Greek banks appear to have found a way to restructure dairy company Mevgal, which is currently unable to repay its large loans, and to possibly help the northern Greek firm to survive. Mevgal’s management will be taken on by two investment funds that could be awarded a performance-related bonus, while the company’s existing loans will be granted an extension.
Depending on the investment funds’ management of the company, they will collect “success fees,” or a bonus based on Mevgal’s performance. This is a novel system by Greek business standards and forms part of the general mentality prevailing now among local banks: It favors the most efficient and swift management of nonperforming loans, as dictated by the financial climate, via the profound restructuring of enterprises that have a chance at sustainability.
Negotiations with Mevgal are in full swing, according to sources, and detailed announcements could be emerge within the next couple of weeks. There are three main pillars to the model being discussed by the current owners of Mevgal, the crediting banks and investment funds Sankaty Advisors (a Bain Capital subsidiary) and Bartons.
The first pillar provides for the investment funds to take over the management of the dairy company, as well as lend vital cash to Mevgal via a five-year loan.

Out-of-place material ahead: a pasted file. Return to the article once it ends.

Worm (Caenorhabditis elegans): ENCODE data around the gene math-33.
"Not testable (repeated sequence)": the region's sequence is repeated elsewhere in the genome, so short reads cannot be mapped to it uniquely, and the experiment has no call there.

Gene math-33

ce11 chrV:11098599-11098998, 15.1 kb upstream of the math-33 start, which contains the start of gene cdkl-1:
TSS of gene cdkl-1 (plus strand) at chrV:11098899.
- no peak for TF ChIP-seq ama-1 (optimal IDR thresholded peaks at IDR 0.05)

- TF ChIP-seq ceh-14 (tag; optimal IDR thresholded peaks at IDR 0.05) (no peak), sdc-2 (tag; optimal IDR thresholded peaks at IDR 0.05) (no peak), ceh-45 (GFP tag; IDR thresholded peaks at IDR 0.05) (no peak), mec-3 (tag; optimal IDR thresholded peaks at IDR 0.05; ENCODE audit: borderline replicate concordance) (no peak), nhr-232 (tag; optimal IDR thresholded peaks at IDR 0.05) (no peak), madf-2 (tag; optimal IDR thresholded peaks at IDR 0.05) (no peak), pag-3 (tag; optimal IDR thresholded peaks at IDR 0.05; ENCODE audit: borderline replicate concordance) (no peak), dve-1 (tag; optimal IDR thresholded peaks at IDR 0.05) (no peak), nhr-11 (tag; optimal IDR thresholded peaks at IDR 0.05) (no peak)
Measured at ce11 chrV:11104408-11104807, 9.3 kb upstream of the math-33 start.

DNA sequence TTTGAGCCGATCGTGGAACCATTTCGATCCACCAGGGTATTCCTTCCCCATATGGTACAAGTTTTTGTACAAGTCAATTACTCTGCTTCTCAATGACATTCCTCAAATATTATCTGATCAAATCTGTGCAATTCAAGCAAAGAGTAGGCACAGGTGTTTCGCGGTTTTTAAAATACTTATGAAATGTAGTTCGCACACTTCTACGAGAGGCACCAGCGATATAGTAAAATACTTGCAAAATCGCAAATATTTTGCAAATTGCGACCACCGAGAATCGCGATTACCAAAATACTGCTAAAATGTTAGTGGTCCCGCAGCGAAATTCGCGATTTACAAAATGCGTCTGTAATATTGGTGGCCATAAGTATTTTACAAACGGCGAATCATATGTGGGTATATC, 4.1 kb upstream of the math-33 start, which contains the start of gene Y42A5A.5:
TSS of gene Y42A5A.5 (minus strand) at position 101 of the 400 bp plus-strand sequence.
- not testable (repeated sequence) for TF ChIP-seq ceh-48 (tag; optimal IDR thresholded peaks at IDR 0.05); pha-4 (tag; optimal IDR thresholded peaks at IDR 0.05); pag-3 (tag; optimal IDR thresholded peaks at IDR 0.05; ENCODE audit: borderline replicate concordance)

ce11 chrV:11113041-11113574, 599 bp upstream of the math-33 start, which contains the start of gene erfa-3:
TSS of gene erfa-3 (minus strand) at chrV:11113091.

The second point of the plan dictates that the funds will face specific targets regarding sales and the return of the dairy firm to profits. Meeting them will earn them the success fees, similar to the bonus lawyers secure when winning a court case.
The third pillar rules out the possibility of a debt haircut, but will rather see an improvement in the terms of the existing loans Mevgal has taken out, through the extension of the repayment period. Based on its latest financial report, Mevgal had short-term loan obligations of 68.31 million euros at end-2014.
The aim, according to the same sources, is for operating profits to amount to 20 million euros by the end of the five-year period. The funds argue this is attainable through an increase in the company’s exporting activity, as they claim to have strong access to major British supermarket chains.
Through moves such as that described above, as well as those recently chosen for the restructuring of retail and industrial enterprises in the food sector, local banks are attempting to reach agreements with the candidate buyers of the overindebted companies instead of the lenders themselves undertaking the firms’ management.
That need has stemmed from the rise in bad corporate loans in 2015 and the experience drawn from the restructuring of fish farming companies, where owners would not concede the management to banks.